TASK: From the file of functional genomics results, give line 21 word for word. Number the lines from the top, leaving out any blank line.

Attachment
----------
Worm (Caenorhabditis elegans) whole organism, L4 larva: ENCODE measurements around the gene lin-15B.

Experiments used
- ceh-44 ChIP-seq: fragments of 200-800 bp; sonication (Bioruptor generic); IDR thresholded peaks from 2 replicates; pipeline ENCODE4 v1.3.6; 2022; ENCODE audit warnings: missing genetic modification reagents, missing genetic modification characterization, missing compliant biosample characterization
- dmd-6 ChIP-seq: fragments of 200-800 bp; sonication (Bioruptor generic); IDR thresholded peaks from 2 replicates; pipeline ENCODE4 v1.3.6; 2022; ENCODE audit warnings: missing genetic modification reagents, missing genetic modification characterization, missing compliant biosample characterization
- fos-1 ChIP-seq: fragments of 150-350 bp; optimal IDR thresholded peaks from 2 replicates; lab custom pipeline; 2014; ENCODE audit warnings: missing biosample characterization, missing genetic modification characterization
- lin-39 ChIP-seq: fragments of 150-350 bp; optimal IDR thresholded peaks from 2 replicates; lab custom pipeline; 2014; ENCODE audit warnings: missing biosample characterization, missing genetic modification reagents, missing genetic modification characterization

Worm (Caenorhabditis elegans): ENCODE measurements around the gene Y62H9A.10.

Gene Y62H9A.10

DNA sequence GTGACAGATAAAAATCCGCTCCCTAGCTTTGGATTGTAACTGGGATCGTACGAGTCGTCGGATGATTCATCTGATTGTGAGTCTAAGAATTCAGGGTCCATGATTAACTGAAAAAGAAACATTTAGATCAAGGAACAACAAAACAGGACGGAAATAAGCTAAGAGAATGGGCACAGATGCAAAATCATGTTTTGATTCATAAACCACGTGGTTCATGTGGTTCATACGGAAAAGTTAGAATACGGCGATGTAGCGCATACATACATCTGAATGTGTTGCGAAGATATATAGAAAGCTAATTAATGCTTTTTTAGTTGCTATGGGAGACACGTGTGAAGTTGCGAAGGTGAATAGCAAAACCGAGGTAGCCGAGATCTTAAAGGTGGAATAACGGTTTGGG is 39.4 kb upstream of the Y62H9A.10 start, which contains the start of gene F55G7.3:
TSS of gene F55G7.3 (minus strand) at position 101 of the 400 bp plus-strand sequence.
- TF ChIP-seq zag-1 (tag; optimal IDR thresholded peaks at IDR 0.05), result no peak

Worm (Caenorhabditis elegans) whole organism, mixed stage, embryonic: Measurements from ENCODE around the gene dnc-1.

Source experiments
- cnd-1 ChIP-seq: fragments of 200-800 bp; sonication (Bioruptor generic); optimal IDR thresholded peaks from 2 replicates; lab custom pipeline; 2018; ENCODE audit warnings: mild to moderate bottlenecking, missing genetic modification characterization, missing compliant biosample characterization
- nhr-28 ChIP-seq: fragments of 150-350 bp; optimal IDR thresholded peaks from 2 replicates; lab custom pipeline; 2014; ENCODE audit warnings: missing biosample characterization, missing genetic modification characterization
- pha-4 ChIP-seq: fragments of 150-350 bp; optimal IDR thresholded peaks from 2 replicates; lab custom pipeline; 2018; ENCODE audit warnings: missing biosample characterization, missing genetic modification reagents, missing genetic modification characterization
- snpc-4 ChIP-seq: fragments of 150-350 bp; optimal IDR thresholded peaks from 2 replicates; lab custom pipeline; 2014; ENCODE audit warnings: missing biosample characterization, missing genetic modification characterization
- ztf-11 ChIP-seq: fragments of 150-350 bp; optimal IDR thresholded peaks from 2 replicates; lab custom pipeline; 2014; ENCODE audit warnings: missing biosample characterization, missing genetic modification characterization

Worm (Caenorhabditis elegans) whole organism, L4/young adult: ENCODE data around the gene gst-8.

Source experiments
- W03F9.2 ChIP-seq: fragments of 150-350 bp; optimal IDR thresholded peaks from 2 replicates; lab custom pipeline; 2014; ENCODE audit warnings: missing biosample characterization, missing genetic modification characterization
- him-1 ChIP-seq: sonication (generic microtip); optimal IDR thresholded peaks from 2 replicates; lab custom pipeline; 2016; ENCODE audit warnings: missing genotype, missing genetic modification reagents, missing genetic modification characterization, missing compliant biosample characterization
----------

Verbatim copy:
- W03F9.2 ChIP-seq: fragments of 150-350 bp; optimal IDR thresholded peaks from 2 replicates; lab custom pipeline; 2014; ENCODE audit warnings: missing biosample characterization, missing genetic modification characterization